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Amid rising tensions, Ukraine opens criminal probe of top Russian officials

Ukraine has launched a criminal investigation of 20 senior Russian officials for crimes against Ukraine's national security, as fighting between Ukraine's government and pro-Russian separatists intensifies in the country's east.

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Russian President Vladimir Putin signs a wall mural showing a Russian state flag and text reading 'All will be well, Tavrida,' as he visits the youth educational forum 'Tavrida' in the Bakal Spit in Crimea, Friday. Mr. Putin accused the Ukrainian government of sabotaging peace accords for the country's east during his visit to the Ukrainian peninsula that Russia annexed in 2014.

Alexei Nikolsky/Sputnik, Kremlin Pool Photo/AP

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Ukraine has launched a criminal investigation of 20 senior Russian officials, alleging their involvement in crimes against Ukraine's national security, said Ukraine's Prosecutor Yuriy Lutsenko on Monday. 

Ukrainian authorities plan to seek international arrest warrants for the officials, including Russian Defense Minister Sergei Shoigu and two of his deputies, Kremlin economic advisor Sergei Glazyev, and a former presidential envoy to Crimea, Mr. Lutsenko said. 

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The announcement comes days after Russian President Vladimir Putin accused the Ukrainian government of sabotaging peace accords during a visit to Crimea and less than a month after Russian intelligence accused Ukraine of sending agents to Crimea to carry out terror attacks, reflecting growing tensions between the two countries in a conflict that began more than two years ago.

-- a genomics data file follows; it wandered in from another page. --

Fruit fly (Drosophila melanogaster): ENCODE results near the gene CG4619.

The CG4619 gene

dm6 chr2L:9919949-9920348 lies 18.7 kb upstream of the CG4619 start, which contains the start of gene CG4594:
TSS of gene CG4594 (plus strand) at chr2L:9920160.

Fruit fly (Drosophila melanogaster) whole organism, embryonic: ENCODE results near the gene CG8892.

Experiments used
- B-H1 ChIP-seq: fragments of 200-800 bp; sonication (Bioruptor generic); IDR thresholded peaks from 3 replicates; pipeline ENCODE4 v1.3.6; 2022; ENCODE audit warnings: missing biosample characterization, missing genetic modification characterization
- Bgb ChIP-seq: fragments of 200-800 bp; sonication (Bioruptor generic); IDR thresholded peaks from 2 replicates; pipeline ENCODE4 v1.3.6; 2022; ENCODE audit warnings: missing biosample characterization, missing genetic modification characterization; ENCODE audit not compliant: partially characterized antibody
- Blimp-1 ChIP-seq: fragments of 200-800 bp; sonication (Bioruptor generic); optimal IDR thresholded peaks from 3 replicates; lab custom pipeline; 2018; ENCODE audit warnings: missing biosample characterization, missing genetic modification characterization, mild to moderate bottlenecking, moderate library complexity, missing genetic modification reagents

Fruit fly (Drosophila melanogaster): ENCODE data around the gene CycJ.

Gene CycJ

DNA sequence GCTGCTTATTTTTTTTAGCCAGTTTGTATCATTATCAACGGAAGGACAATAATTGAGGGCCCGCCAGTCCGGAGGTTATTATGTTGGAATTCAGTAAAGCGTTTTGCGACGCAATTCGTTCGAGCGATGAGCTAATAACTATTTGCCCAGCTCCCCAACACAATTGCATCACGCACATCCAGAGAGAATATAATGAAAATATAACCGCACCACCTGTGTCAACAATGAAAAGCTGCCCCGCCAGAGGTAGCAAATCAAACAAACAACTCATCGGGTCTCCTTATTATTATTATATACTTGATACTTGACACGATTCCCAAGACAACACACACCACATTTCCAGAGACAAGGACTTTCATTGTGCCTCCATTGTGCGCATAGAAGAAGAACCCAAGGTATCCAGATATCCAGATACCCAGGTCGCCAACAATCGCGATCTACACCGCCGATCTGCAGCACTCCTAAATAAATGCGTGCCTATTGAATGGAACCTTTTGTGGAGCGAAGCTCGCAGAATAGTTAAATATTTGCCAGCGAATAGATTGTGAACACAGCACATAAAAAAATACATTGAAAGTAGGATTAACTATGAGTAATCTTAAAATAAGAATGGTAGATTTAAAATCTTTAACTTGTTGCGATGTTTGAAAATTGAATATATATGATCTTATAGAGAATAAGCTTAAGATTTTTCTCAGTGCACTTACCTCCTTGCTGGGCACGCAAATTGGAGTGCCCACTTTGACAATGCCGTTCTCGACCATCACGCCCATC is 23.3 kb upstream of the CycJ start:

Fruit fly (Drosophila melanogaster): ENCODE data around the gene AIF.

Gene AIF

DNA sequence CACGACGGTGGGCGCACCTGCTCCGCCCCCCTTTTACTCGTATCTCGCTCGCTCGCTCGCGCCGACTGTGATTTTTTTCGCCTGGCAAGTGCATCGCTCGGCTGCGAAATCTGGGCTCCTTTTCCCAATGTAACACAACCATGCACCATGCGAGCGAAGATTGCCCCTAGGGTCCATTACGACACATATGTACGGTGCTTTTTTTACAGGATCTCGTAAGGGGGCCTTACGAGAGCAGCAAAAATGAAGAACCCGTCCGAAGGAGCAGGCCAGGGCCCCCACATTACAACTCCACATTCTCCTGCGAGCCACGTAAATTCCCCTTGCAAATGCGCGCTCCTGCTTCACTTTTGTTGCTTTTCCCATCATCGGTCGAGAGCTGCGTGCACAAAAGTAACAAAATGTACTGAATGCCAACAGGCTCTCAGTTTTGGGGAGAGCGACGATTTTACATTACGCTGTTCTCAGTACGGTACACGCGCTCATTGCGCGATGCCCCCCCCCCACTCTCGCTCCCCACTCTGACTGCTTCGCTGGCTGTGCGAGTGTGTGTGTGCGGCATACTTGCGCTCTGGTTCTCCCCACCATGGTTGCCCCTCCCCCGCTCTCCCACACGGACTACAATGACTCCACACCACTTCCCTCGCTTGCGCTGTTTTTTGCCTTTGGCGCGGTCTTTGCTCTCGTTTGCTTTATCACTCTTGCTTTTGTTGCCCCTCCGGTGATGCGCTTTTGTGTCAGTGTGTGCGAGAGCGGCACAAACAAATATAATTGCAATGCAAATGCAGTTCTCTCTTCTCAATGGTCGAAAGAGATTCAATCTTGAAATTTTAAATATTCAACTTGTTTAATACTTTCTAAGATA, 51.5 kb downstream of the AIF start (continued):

The conflict between Russia-backed separatists and Ukrainian government troops in eastern Ukraine has killed more than 9,500 people since Russia annexed the Ukrainian peninsula of Crimea in 2014. In 2015, the fighting was reduced by peace accords signed in Minsk, Belarus. But tensions are on the rise since Russia claimed to have caught a group of Ukrainian saboteurs in Crimea earlier this month. 

At the start of this year, it looked as though Russia was making an increased effort to resolve the crisis, as the Christian Science Monitor's Fred Weir reported

President Vladimir Putin appears to have put his best advisers on the case, bolstering hopes that 2016 will be the year the stalled Minsk II agreements, negotiated by France, Germany, Russia, and Ukraine to bring peace to war-ravaged eastern Ukraine, gain real traction....

Experts say that suggests the Kremlin is tiring of the long stalemate over the war-torn Donbass region, and is readying for a concerted push to solve remaining issues and prompt an end to the Western sanctions that even Mr. Putin admits are "severely harming" Russia's economy.

But as tensions have escalated again, so has the violence. The Ukrainian president's office said on Thursday that three troops had been killed and six wounded in eastern Ukraine, leading President Petro Poroshenko to warn that martial law and military mobilization could be imposed if the fighting worsened.

That same day, Russian naval and land forces took part in a logistics exercise in moving military hardware and troops to Crimea. On Friday, one day after staging war games there, President Putin flew into Crimea and voiced his hope that Ukraine would use "common sense" in resolving the diplomatic crisis.

Meanwhile, as the fighting rages on and politicians struggle to reach peace, locals in Crimea lament the quality of life on the peninsula since its annexation, as they say prices have skyrocketed while wages and pensions have stagnated, and tourists are nowhere to be found. 

A Russian-built bridge connecting Crimea and southern Russia in the works, though trucks won't be able to drive across it until 2018 at the earliest. Russia has announced plans to invest 680 billion rubles (about $10 billion) in Crimea between now and 2020. 

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This report contains material from Reuters and the Associated Press. 


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